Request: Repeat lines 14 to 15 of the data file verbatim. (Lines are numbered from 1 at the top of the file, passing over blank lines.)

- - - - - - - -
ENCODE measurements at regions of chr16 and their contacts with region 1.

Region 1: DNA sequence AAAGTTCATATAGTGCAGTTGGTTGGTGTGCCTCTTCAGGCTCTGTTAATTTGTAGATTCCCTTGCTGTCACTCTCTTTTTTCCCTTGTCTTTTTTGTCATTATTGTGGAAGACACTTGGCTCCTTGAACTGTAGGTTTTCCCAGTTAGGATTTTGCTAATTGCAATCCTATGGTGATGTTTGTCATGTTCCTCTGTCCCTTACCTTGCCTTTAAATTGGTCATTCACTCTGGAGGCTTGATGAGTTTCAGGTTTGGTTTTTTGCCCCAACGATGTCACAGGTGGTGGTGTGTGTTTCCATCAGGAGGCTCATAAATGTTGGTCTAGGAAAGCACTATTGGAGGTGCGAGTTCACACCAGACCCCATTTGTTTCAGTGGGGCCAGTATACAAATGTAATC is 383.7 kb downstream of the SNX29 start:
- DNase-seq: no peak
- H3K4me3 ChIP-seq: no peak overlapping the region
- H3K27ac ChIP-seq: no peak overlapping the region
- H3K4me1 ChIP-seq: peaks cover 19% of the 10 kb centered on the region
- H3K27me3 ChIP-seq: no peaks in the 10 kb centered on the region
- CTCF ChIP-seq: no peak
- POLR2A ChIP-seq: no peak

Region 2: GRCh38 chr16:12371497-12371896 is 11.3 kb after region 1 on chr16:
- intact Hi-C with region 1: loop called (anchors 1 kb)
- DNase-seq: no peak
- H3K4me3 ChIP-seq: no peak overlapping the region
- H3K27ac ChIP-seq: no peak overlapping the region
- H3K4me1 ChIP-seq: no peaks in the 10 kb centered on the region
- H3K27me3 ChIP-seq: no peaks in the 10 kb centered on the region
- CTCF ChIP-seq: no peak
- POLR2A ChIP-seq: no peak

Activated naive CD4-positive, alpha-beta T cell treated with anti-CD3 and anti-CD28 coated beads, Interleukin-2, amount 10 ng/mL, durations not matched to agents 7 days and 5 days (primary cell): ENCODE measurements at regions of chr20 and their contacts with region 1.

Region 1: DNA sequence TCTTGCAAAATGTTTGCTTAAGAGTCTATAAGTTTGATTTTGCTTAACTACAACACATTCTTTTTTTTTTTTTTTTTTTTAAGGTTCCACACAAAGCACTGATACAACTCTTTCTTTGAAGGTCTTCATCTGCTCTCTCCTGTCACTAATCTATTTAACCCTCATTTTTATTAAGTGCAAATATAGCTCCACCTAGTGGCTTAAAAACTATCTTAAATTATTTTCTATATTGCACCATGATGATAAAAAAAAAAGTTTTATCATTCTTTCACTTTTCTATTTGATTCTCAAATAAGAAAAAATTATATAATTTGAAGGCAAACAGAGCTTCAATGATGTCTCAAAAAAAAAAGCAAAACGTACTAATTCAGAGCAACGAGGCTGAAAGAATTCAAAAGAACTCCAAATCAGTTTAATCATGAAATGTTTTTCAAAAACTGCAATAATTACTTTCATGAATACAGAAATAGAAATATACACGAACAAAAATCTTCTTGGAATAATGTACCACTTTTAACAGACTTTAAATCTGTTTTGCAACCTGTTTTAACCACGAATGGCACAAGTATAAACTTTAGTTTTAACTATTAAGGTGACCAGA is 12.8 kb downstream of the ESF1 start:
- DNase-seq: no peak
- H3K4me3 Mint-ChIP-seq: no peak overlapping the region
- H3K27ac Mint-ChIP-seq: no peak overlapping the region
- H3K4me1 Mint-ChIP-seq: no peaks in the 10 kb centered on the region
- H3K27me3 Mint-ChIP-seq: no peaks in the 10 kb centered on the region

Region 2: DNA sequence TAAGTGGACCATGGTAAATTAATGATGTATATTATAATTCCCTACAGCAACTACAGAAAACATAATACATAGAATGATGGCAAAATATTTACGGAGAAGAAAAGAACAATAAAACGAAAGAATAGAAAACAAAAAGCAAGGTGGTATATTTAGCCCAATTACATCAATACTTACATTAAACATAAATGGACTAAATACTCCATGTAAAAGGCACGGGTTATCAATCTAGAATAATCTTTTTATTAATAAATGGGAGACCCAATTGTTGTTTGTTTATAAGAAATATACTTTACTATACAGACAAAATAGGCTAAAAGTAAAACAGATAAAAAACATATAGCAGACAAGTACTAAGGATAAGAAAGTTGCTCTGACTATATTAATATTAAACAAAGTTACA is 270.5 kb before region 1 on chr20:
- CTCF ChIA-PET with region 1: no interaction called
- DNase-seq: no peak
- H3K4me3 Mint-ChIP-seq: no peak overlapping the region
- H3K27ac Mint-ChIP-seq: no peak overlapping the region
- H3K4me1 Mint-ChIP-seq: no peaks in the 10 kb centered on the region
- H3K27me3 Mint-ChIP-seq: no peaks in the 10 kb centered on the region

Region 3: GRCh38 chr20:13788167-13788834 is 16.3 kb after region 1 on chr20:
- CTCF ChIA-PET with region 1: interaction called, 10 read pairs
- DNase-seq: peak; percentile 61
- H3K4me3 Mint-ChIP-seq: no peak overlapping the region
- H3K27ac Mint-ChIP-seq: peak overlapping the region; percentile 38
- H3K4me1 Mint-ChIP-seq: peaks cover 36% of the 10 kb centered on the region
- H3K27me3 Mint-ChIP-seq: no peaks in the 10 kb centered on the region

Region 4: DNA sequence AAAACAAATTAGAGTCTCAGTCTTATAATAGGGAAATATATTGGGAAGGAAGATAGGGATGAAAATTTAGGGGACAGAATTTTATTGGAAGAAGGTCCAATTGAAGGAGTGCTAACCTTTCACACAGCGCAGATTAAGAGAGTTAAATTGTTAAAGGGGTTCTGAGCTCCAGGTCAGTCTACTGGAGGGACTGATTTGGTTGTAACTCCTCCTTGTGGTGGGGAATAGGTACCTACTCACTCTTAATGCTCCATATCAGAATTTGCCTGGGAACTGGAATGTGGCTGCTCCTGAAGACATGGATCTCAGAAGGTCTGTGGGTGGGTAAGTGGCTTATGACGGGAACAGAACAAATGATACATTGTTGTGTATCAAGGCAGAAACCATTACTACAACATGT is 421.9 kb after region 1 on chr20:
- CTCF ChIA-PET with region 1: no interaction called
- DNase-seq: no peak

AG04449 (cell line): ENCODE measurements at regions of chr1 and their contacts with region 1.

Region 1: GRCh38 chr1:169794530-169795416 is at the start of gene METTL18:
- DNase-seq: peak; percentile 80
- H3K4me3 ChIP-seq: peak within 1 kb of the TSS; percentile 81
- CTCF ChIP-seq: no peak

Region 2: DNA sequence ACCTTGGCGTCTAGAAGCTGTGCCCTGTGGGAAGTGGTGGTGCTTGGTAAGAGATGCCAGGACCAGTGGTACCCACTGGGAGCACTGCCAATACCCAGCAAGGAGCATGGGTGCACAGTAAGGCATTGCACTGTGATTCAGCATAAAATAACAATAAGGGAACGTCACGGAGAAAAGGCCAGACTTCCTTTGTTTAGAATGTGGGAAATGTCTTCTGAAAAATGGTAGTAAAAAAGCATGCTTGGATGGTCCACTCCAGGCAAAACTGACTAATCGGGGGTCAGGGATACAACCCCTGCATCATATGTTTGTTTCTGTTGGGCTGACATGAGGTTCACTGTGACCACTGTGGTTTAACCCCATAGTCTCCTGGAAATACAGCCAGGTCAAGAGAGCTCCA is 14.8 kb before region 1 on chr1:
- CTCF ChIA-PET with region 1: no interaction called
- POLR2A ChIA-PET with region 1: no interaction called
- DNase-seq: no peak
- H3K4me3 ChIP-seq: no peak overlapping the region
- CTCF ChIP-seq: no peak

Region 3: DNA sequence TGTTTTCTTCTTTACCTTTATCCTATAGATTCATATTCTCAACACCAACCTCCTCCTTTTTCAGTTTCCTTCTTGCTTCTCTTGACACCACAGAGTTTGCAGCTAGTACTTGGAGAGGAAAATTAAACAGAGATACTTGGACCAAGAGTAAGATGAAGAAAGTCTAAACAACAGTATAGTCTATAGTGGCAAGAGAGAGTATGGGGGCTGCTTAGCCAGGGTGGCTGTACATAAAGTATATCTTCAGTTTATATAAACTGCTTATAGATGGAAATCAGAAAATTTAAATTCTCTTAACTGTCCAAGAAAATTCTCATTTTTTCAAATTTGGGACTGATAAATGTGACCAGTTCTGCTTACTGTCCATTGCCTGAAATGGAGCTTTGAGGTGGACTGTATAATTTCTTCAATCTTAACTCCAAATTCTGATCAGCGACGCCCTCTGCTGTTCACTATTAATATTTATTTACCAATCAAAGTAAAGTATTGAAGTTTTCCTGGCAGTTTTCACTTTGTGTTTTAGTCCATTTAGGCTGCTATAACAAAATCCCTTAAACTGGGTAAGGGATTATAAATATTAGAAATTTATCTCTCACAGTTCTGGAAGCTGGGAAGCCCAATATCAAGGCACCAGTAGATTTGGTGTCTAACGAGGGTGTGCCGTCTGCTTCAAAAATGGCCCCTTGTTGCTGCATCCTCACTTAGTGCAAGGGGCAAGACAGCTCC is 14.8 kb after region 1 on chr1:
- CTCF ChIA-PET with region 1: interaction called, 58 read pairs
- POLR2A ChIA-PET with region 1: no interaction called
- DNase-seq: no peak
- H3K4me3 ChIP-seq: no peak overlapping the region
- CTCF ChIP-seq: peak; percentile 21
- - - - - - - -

- H3K27ac ChIP-seq: no peak overlapping the region
- H3K4me1 ChIP-seq: no peaks in the 10 kb centered on the region